“It’s in God’s hands.”
The words took hold of me while I scrolled through Facebook, that place where I can only spend so much time before frustration builds. The words came from a woman responding to a post about the climate crisis.
I sit here, a day later, thinking about the convenience of this claim. How often it is used to excuse our personal actions, or inactions. This letting go of control and giving it up to whatever name we, individually, call the divine force that moves through all of us. It is a false claim. An untruth we choose because it’s convenient. To put up our hands up and declare that something is beyond our control is to give up the truth of our existence. We are not puppets in some divine play, we are the directors, the actors, and the story-tellers. We exist to be active players in this game we call Life.
We are God’s hands.
God is not responsible for the mass extinction we are facing and the rise of our oceans. God is not responsible for the fires ravaging the face of Earth or the hunger in the bellies of children whose parents cannot afford food to fill them. God is also not responsible for our individual and collective greed. Our hoarding of wealth and want for more. God is not responsible for the felling of our rainforests and the bleaching of our coral reefs. God is not responsible for our choice to burn coal and fossil fuels over harnessing the power of sustainable resources. The responsibility is ours. Alone.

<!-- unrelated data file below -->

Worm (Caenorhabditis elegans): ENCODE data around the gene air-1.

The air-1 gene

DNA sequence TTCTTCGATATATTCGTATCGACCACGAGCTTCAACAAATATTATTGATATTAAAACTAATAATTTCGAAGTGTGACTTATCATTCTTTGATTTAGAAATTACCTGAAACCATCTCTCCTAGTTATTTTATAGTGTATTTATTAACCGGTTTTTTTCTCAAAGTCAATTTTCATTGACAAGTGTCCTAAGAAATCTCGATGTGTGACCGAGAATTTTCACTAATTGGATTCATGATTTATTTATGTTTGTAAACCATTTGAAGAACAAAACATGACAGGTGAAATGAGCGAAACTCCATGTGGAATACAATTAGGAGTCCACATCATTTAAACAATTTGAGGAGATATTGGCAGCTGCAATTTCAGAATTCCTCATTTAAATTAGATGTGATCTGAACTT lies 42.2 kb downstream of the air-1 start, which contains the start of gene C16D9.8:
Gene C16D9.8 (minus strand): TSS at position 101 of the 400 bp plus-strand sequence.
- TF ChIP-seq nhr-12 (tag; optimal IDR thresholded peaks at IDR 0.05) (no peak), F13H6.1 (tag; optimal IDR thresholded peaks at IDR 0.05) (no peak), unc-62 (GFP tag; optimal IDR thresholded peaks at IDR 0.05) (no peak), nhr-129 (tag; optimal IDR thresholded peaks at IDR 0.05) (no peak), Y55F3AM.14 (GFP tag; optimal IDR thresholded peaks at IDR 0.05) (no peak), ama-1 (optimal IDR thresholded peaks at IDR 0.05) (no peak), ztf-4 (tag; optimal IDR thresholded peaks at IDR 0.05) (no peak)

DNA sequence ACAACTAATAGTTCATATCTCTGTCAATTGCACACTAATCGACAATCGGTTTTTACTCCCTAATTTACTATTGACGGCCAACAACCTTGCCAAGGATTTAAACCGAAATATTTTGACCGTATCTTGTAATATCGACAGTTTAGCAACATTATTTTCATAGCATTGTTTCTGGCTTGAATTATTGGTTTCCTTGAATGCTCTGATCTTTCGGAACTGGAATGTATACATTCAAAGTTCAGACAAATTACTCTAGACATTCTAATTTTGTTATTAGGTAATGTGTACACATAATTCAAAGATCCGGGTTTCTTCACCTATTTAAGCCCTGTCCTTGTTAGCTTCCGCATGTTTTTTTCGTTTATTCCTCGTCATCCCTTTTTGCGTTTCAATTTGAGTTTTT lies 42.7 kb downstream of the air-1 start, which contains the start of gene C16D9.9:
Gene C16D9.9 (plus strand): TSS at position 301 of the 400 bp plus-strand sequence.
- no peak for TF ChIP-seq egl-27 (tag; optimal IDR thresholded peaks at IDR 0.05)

If we are going to claim to be children of “God,” or whatever name we call the creation that brought us here, we must also realize that as children, someday we must grow up and take responsibility for our individual lives. We must step outside the shelter of convenient excuses and realize that our hands are pulling up the roots, stripping our mountains bare, and turning the ignitions in our vehicles in the name of convenience. It may be an “inconvenient truth,” to admit that we are the masters of our own existence here on Earth, but it is the truth, nonetheless. We can either face it, or suffer the consequences of denial.